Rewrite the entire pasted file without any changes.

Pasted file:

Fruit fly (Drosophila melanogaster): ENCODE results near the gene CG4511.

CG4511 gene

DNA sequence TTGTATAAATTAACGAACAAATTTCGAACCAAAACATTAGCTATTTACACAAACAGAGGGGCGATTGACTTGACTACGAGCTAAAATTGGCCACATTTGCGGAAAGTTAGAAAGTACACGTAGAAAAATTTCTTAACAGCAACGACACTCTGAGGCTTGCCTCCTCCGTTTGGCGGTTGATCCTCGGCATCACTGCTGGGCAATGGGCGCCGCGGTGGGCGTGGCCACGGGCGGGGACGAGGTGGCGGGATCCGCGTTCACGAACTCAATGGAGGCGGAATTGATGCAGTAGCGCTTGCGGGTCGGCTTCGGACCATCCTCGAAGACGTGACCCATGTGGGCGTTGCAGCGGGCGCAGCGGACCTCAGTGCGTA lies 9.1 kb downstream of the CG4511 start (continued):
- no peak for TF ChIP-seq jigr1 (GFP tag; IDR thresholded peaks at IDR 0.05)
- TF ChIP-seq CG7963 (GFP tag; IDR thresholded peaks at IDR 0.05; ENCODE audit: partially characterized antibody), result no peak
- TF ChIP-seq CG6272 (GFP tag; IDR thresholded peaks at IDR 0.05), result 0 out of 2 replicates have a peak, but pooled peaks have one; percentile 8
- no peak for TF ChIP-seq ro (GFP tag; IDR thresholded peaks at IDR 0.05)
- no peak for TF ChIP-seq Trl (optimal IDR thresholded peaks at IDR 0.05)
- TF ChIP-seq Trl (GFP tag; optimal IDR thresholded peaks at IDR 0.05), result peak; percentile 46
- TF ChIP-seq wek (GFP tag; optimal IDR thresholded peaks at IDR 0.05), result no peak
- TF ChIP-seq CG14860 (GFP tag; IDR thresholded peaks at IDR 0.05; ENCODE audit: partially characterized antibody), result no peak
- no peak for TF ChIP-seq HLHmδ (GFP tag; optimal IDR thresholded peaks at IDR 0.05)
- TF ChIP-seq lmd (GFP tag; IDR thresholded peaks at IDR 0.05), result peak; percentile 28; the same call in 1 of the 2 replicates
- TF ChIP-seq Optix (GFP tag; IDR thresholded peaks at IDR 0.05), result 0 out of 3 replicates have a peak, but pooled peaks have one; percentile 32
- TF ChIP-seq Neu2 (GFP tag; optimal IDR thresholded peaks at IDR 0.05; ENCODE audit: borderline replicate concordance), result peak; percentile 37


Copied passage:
Fruit fly (Drosophila melanogaster): ENCODE results near the gene CG4511.

CG4511 gene

DNA sequence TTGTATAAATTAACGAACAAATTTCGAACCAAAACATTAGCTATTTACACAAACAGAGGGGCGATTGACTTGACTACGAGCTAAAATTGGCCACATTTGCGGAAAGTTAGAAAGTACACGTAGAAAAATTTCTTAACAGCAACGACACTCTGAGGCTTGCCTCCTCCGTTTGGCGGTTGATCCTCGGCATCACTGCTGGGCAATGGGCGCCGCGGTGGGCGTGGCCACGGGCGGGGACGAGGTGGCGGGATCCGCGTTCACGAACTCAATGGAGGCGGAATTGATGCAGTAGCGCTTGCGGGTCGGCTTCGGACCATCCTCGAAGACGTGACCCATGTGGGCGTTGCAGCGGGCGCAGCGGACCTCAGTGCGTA lies 9.1 kb downstream of the CG4511 start (continued):
- no peak for TF ChIP-seq jigr1 (GFP tag; IDR thresholded peaks at IDR 0.05)
- TF ChIP-seq CG7963 (GFP tag; IDR thresholded peaks at IDR 0.05; ENCODE audit: partially characterized antibody), result no peak
- TF ChIP-seq CG6272 (GFP tag; IDR thresholded peaks at IDR 0.05), result 0 out of 2 replicates have a peak, but pooled peaks have one; percentile 8
- no peak for TF ChIP-seq ro (GFP tag; IDR thresholded peaks at IDR 0.05)
- no peak for TF ChIP-seq Trl (optimal IDR thresholded peaks at IDR 0.05)
- TF ChIP-seq Trl (GFP tag; optimal IDR thresholded peaks at IDR 0.05), result peak; percentile 46
- TF ChIP-seq wek (GFP tag; optimal IDR thresholded peaks at IDR 0.05), result no peak
- TF ChIP-seq CG14860 (GFP tag; IDR thresholded peaks at IDR 0.05; ENCODE audit: partially characterized antibody), result no peak
- no peak for TF ChIP-seq HLHmδ (GFP tag; optimal IDR thresholded peaks at IDR 0.05)
- TF ChIP-seq lmd (GFP tag; IDR thresholded peaks at IDR 0.05), result peak; percentile 28; the same call in 1 of the 2 replicates
- TF ChIP-seq Optix (GFP tag; IDR thresholded peaks at IDR 0.05), result 0 out of 3 replicates have a peak, but pooled peaks have one; percentile 32
- TF ChIP-seq Neu2 (GFP tag; optimal IDR thresholded peaks at IDR 0.05; ENCODE audit: borderline replicate concordance), result peak; percentile 37